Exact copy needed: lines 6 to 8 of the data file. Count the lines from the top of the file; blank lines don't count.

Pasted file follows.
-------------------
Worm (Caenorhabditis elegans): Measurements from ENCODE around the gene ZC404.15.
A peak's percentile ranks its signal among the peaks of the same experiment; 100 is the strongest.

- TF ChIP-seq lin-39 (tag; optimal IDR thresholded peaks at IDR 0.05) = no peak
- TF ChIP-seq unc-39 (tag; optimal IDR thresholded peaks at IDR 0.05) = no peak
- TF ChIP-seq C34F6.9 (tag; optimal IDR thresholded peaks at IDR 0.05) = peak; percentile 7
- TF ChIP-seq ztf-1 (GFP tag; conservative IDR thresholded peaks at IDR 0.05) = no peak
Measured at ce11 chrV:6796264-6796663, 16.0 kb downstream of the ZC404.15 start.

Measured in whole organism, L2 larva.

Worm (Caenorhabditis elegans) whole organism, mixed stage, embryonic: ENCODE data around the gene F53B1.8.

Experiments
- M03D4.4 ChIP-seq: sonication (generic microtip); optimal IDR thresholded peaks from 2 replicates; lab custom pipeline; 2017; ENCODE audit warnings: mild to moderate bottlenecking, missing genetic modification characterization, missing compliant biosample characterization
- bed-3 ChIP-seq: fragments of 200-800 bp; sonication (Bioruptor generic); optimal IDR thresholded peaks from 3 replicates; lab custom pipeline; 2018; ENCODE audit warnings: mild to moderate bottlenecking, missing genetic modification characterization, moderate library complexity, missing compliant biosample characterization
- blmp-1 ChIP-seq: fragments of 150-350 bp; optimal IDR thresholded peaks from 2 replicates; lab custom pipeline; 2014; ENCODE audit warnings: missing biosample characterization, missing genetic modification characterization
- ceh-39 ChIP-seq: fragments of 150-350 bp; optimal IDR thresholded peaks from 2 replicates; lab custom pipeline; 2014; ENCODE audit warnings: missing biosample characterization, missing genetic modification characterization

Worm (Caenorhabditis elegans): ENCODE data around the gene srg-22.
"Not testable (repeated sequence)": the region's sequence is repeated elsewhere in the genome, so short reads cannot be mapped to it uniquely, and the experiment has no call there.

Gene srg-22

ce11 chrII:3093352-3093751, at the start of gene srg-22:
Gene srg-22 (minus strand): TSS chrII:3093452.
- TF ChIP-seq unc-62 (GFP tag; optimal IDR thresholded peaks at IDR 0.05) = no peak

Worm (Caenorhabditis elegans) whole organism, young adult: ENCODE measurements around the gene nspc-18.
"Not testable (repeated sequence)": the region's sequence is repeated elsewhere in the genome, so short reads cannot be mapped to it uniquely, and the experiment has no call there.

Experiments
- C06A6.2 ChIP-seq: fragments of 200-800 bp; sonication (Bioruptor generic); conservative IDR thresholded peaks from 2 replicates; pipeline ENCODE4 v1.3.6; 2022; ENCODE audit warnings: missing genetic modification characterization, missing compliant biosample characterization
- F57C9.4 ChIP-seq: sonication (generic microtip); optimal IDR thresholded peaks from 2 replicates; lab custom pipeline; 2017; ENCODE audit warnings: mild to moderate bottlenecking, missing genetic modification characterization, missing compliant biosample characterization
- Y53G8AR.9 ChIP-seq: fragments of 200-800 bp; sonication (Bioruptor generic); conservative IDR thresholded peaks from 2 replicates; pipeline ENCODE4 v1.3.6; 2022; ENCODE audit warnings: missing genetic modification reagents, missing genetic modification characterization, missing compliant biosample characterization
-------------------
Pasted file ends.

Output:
- TF ChIP-seq ztf-1 (GFP tag; conservative IDR thresholded peaks at IDR 0.05) = no peak
Measured at ce11 chrV:6796264-6796663, 16.0 kb downstream of the ZC404.15 start.

Measured in whole organism, L2 larva.